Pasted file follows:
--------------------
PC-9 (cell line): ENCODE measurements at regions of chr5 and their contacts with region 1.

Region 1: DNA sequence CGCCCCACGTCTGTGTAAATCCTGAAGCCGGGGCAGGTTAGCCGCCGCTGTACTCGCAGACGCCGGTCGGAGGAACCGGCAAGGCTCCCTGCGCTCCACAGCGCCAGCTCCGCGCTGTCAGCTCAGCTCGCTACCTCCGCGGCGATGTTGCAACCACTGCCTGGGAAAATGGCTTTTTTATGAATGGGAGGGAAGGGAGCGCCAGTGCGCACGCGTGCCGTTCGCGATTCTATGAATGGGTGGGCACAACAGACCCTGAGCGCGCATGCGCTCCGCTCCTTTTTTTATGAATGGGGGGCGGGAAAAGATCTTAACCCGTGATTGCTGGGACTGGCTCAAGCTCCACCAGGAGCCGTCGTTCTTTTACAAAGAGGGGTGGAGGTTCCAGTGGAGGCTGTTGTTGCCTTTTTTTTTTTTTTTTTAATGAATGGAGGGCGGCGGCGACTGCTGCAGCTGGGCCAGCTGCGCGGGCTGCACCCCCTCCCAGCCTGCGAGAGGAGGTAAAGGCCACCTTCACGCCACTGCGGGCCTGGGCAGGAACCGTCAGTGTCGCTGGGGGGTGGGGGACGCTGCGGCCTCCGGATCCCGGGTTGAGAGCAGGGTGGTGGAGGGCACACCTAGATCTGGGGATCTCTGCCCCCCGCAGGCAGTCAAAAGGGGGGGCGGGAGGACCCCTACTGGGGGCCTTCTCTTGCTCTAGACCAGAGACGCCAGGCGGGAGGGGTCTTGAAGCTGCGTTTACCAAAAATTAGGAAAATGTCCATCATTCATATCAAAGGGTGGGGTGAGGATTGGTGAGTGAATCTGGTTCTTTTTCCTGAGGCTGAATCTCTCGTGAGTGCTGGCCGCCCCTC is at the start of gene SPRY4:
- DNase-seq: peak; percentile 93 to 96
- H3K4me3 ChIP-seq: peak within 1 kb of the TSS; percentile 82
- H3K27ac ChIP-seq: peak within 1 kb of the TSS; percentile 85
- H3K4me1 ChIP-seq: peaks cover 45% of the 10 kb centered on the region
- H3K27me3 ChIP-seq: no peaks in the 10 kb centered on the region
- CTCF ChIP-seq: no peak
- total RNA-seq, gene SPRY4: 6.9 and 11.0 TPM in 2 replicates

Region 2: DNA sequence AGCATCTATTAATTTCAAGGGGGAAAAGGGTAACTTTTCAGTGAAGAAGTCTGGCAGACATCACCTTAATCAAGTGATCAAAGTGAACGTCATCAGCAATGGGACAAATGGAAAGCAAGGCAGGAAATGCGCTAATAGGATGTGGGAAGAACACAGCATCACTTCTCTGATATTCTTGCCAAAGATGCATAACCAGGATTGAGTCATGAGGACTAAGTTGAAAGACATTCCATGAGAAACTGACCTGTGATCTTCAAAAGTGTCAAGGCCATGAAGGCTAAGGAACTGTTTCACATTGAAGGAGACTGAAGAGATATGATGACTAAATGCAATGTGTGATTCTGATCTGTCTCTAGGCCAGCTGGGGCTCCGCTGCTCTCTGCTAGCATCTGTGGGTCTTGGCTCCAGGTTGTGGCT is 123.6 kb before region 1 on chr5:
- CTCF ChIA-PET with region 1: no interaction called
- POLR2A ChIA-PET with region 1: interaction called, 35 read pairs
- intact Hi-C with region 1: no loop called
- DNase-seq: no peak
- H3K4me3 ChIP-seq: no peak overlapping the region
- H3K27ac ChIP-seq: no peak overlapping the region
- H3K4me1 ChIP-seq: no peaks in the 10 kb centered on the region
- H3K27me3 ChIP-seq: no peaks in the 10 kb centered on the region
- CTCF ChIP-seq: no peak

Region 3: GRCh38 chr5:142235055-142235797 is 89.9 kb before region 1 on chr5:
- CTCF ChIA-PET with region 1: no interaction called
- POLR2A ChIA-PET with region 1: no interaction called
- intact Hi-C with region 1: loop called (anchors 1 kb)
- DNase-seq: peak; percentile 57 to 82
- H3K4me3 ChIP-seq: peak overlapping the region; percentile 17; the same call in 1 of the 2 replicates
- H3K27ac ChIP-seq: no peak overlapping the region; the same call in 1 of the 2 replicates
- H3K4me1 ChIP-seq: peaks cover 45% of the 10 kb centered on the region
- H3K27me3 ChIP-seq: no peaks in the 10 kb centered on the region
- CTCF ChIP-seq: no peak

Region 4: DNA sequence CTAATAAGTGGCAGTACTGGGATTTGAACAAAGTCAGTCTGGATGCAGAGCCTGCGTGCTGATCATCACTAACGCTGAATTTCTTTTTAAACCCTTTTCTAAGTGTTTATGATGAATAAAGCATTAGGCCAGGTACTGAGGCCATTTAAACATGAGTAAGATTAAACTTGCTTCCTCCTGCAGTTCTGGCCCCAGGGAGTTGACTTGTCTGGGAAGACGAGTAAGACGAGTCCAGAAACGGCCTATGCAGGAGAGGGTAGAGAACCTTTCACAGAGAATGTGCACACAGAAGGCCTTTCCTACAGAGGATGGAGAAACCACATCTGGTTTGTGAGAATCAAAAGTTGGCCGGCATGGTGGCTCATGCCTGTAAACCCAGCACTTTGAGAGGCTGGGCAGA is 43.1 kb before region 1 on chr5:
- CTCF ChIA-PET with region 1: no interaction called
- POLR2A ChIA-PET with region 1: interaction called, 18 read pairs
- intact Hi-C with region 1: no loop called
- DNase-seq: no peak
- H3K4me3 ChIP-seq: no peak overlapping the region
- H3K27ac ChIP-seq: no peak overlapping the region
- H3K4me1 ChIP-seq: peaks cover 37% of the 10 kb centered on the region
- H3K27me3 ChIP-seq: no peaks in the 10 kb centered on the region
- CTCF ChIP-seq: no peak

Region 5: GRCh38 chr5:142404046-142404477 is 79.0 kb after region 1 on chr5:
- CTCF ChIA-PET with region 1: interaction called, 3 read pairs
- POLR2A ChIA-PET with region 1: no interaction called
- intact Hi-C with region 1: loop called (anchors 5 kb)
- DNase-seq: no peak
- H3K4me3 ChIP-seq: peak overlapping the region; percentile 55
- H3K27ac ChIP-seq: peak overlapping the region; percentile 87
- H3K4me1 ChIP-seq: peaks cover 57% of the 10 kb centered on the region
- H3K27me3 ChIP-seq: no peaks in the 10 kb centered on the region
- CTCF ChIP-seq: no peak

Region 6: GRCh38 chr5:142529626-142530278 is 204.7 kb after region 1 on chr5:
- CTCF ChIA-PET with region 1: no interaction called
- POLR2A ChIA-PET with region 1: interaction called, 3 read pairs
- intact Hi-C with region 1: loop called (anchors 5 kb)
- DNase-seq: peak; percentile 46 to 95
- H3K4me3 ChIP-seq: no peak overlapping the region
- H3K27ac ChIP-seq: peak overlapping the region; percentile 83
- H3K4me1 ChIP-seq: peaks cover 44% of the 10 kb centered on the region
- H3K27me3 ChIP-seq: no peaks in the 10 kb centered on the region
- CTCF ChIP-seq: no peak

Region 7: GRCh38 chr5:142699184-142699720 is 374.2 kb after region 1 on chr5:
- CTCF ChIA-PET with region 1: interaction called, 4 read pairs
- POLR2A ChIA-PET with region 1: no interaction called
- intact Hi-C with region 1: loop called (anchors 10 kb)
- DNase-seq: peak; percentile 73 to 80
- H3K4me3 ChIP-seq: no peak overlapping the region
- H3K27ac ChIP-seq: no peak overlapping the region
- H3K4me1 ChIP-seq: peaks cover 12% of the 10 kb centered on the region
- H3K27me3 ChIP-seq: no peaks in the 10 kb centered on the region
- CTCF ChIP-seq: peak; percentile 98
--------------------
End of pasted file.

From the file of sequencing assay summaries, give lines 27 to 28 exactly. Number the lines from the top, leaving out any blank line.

- H3K4me1 ChIP-seq: peaks cover 45% of the 10 kb centered on the region
- H3K27me3 ChIP-seq: no peaks in the 10 kb centered on the region